In most states, Keno is linked to all venues within a particular jurisdiction, enabling the operator to offer large jackpot prizes. Keno has a fixed pay scale such that the pay out for each bet is established by rules, and does not relate to total bets made on an individual game.

L

Live Betting

See Micro-betting

M

Micro-betting

Micro-betting refers to 'in-play' betting meaning a bet has been made during a match or game. A micro-bet often has the following characteristics:

  • the betting opportunity is repetitive, of a high frequency and is part of a structured component of the match or game
    • for example: ball-by-ball betting in a game of cricket or point-by-point betting in tennis
  • the bet is placed on one of a limited number of outcomes, although the number of possible outcomes may be more than two
    • for example: whether the next serve will be a fault, or whether the next ball will be a no ball
  • the time between placing a bet and knowing the outcome is very short
    • for example: it is usually less than five minutes

Other terms that refer to in-play micro betting include "live betting" and "in the run" betting

Note that such betting can not be legally offered over the internet (online) in Australia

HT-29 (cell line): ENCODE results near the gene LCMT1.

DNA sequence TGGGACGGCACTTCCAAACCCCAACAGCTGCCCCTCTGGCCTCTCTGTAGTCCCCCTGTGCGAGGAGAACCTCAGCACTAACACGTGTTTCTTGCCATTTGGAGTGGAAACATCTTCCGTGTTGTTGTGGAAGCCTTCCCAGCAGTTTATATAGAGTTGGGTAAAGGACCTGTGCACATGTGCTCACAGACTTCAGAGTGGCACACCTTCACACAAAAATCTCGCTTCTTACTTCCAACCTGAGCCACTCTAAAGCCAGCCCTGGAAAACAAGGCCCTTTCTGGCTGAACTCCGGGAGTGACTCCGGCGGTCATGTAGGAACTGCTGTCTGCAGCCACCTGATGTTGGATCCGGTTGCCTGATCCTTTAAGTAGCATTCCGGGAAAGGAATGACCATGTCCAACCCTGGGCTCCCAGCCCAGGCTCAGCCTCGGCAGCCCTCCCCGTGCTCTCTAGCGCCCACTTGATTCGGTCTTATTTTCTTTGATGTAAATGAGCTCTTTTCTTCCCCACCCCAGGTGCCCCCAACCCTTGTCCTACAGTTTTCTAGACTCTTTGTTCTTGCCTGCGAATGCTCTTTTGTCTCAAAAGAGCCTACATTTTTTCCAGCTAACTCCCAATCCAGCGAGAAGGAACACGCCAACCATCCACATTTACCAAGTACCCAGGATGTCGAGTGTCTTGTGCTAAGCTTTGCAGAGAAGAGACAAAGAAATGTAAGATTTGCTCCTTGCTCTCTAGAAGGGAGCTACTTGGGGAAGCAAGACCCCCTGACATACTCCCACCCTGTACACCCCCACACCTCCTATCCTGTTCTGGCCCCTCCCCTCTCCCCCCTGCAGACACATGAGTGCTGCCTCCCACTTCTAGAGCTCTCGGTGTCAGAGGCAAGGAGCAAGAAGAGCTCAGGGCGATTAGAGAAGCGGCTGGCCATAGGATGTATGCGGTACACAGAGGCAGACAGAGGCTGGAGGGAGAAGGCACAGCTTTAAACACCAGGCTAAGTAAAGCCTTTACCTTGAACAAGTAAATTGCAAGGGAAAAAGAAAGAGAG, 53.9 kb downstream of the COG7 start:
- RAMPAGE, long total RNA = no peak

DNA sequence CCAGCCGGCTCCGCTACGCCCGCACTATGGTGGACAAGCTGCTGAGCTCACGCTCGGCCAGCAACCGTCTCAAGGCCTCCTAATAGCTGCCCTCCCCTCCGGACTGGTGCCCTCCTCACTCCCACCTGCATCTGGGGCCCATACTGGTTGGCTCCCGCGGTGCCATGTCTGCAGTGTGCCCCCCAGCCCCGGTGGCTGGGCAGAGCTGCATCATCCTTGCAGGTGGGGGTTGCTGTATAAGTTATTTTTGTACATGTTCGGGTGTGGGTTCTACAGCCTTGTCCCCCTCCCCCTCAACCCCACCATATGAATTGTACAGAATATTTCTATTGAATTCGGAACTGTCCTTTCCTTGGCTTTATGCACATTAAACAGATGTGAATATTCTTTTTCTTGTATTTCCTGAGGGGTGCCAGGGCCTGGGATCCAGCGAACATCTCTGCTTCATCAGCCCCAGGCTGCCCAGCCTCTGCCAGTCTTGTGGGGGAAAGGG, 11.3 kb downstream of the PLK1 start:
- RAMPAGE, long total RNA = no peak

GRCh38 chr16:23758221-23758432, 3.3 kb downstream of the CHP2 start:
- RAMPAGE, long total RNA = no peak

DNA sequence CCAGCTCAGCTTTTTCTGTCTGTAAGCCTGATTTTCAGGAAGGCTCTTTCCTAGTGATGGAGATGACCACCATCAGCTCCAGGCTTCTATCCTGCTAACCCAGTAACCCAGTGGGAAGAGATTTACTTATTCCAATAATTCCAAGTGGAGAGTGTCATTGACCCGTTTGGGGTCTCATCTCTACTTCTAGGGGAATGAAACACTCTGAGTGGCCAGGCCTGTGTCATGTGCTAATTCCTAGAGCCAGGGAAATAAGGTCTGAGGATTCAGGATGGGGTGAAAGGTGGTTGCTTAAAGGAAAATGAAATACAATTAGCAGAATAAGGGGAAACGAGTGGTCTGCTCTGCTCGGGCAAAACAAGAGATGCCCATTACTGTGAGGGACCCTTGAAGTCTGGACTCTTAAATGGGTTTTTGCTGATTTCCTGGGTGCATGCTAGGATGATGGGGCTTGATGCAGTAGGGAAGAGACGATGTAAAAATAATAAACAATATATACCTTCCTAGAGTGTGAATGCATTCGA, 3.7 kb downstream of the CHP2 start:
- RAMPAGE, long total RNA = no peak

Minister for Consumer Affairs, Gaming and Liquor Regulation (the Minister)

The current Minister for Consumer Affairs, Gaming and Liquor Regulation is the Hon. Ms Marlene Kairouz, appointed in June 2016.

O

Odds

Refers to your chance of winning; or the ratio of probabilities (either a percentage, or a figure that the betting agent offers to multiply of the bettor's stake).

  • View an ad that debunks some of the myths about the odds of winning at gambling: Know the odds

P

Parimutuel betting

See Totaliser Agency Board (TAB)

Personal Electronic Transmitters (PETs)

An electronic form of ticketing for playing Bingo, or 'paperless Bingo'. Games are purchased and loaded onto the PET prior to the session. Then, as numbers are called out, players push the same number on the panel for the PET to register and assess a match.

Play-on-demand

Electronic games played independently during live Bingo games. They can be played during breaks, between sessions, or whilst engaging in a live bingo game. Similar in design and experience to EGMs (pokies).

Pokies

See Electronic Gaming Machines

Pre-commitment

Pre-commitment is used to refer to mechanisms by which players of pokies can set limits on their spending or time spent gambling. Suggested methods involve devices such as cards that are inserted into a machine, which will stop the machine from continuing to play when the pre-set limit is reached.

In "mandatory pre-commitment" a device is needed to play any machine and when the limit is reached the player is unable to continue playing that machine or any others. Players who have reached their limit are locked out until an allocated period (eg 24 hours) has passed and their limit resets.